Sucralose: 4 Reasons To Avoid This Artificial Sweetener

Sucralose: 4 Reasons To Avoid This Artificial Sweetener

One of the biggest lies in the modern world is that artificial sweeteners can prevent diabetes and obesity. These sweeteners exist in low-calorie and diet foods and beverages. Although the marketing makes it seem like these are healthier food and beverage options, there are serious health risks associated with these artificial sweeteners, such as Splenda (sucralose). Research continues to uncover the negative health effects of artificial sweeteners like sucralose. 

Instead of grabbing one or two white or brown cane sugar packets, people opt for yellow or pink packets of artificial sweeteners, such as Splenda. The “sugar-free” option is a healthier substitute, or at least that’s what manufacturers want you to think. The reality is that it is better to opt for healthier sugar alternatives that provide natural sweetness, antioxidants, vitamins, and minerals. 

What Is Sucralose?

As a chlorinated sucrose derivative, sucralose is derived from sugar and contains chlorine. There is a multistep process that goes into creating sucralose. One has to replace three hydrogen-oxygen groups of sugary with chlorine atoms. This process ultimately intensifies the sweetness of sucralose, which was found via the development of an insecticide compound. Later, the public was introduced to sucralose as a “natural sugar substitute.” And in 1998, the Food and Drug Administration (FDA) approved sucralose for use in 15 food and beverage categories. These categories included products like gum, water- and fat-based products, baked goods, frozen dairy desserts, and beverages. 

Data shows that the range of product utilization with sucralose is quite extensive. It is very popular in food and beverage products because it is readily soluble with ethanol, methanol, and water. For this reason, it has applications in water- and fat-based products. Other artificial sweeteners, like saccharin and aspartame, are not as soluble. 

Reasons To Avoid Sucralose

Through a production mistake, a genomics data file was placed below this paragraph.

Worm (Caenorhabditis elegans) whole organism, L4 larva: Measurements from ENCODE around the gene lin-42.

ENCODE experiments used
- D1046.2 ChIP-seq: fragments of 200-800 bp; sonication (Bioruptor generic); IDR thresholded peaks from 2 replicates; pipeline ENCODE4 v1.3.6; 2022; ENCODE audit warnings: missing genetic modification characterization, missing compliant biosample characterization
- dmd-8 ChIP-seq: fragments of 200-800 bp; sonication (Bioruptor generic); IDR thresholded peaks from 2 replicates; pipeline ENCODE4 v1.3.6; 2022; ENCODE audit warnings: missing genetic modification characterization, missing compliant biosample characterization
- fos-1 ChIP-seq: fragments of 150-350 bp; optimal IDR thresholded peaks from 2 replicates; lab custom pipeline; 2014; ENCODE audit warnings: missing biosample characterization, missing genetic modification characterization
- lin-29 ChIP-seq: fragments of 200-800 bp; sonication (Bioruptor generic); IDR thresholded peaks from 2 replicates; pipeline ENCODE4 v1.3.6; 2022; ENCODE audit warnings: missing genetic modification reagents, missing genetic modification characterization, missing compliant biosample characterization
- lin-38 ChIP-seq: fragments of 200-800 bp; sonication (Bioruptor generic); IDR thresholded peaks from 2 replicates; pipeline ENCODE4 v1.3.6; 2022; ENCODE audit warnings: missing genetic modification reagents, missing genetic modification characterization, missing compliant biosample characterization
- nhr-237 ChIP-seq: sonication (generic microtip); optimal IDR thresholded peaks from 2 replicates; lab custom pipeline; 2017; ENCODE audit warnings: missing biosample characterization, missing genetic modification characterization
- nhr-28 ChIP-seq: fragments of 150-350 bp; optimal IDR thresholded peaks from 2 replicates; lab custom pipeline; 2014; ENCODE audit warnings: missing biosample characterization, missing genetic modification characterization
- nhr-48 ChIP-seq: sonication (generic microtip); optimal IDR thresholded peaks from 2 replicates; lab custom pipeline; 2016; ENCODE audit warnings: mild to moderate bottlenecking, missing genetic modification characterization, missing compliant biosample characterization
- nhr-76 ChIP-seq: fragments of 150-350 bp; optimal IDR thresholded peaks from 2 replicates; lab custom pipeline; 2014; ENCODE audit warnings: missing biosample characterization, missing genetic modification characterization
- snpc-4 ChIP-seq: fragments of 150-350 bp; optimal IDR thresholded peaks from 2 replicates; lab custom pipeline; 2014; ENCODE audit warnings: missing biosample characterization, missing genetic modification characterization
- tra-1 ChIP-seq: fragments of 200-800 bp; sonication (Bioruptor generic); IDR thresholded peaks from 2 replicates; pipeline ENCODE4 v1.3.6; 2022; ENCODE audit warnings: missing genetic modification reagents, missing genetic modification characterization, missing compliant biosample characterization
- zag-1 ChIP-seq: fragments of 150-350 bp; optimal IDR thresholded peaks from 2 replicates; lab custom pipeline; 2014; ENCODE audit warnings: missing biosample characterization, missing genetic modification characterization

Linked To Leaky Gut Syndrome

As of now, the understanding is that the body cannot digest sucralose. It travels through the digestive tract and damages as it goes, harming the intestinal walls, which can potentially cause leaky gut syndrome. According to one animal study from Duke University, Splenda reduces beneficial bacteria in the gut and increases fecal pH levels. That indicates the amount of nutrients you can absorb in the gut. 

Associated With Weight Gain

Isn’t it interesting that the food that was supposed to help you lose weight does the opposite? There are epidemiological human studies that suggest an association between the consumption of artificial sweeteners and weight gain. Artificial sweeteners, such as sucralose, also increase the risk of type 2 diabetes, metabolic syndrome, and cardiovascular disease. Although these studies didn’t directly identify sucralose’s effect on weight gain, they did show that it doesn’t help with weight loss

One study monitored two groups of children, which received either an eight-ounce can of no-calorie sweetened beverage or sugar-sweetened beverage. At the end of the study, the overall calorie consumption was greater for the group that consumed sugar-sweetened beverages. That said, the sucralose group gained more weight during the study period. 

Increases Risk Of Irritable Bowel Syndrome

Ongoing evidence supports that sucralose may cause symptoms of irritable bowel syndrome (IBS), ulcerative colitis, and Crohn’s disease. One researcher made note of this years ago after examining a rapid increase of IBS among residents of Alberta, Canada. Sucralose seems to have a more detrimental effect on gut bacteria than other artificial sweeteners. A more recent study found that the use of artificial sweeteners, such as sucralose, doubles the risk of Crohn’s disease. 

May Increase Diabetes Risk

One study found that consuming sucralose dramatically increased the risk of diabetes. Another small study found that daily consumption of diet soda increased the risk of metabolic syndrome by 36% and type 2 diabetes by 67%. Researchers note that these findings indicate that sucralose is one of the many unexpected triggers of diabetes. The answer, then, is that sucralose is dangerous for diabetics and non-non-diabetics alike. 

For the first time, researchers evaluated this phenomenon in human subjects. 17 obese and insulin-sensitive individuals took oral glucose tolerance tests after consuming sucralose with water. The tests revealed an increase in peak plasma glucose concentrations, but they also noted a 23% decrease in insulin sensitivity, which prevents glucose absorption in cells.



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